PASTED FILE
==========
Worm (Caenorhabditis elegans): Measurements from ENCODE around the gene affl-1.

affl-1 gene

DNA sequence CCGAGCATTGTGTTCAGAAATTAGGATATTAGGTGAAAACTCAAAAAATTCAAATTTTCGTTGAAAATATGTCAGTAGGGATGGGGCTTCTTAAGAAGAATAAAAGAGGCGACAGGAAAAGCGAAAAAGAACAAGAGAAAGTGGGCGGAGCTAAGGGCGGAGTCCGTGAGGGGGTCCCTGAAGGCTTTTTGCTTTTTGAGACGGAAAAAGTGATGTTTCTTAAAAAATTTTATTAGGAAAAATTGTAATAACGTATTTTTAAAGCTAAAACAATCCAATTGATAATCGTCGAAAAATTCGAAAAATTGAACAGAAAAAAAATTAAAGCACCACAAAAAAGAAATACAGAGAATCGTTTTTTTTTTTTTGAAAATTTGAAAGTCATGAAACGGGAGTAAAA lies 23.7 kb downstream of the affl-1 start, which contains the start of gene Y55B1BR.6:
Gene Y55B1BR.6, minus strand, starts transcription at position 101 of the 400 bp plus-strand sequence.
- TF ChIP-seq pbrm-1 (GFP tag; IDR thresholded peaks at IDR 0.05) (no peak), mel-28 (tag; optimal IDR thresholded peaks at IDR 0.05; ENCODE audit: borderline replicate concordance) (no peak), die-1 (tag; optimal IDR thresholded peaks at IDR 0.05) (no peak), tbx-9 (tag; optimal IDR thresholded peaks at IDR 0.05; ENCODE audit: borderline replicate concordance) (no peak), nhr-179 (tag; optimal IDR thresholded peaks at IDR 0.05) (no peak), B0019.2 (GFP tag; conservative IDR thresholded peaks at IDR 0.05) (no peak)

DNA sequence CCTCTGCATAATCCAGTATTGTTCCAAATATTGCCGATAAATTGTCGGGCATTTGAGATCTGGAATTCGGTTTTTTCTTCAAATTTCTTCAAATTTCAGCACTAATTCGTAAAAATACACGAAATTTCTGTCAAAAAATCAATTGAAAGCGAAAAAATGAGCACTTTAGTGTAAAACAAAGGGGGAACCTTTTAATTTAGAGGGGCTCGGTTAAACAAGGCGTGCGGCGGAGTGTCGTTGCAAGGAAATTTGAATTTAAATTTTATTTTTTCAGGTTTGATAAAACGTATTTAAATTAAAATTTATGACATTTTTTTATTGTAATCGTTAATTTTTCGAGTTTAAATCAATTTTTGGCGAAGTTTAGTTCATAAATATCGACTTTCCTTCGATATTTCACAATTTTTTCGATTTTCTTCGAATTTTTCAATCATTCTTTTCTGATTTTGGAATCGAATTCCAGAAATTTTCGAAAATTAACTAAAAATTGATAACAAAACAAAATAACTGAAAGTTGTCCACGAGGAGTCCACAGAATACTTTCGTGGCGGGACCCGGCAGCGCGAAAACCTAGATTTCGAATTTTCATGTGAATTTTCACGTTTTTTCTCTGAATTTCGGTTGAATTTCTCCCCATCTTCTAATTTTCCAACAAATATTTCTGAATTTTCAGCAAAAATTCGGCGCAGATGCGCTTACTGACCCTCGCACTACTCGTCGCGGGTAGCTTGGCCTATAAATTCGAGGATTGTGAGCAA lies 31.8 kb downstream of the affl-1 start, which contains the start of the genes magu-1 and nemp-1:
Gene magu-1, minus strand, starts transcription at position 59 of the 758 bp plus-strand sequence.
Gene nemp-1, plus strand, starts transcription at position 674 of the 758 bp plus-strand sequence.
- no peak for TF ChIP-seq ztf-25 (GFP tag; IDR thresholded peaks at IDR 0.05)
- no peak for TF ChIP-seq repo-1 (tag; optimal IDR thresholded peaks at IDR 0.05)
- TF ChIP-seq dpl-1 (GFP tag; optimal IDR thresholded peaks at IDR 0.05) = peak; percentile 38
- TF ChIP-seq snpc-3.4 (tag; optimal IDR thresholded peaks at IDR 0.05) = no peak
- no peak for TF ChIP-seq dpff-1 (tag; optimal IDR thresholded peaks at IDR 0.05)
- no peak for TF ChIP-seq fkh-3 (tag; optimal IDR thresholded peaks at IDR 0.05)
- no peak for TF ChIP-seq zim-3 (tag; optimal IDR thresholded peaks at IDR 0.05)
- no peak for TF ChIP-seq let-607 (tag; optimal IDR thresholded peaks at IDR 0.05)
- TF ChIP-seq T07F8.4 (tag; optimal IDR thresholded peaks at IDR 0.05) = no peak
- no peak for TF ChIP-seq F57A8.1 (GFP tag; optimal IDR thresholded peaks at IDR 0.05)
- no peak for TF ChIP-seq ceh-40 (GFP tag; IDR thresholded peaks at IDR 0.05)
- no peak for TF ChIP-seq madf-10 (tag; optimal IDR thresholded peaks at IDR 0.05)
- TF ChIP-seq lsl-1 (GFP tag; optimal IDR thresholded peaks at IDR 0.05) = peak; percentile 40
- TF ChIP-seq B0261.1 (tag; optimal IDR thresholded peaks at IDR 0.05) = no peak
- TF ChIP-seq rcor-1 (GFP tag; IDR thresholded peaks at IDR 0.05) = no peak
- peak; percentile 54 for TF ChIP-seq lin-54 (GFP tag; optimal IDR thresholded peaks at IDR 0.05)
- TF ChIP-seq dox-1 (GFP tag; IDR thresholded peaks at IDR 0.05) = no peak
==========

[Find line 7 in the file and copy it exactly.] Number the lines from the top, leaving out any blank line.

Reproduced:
Gene magu-1, minus strand, starts transcription at position 59 of the 758 bp plus-strand sequence.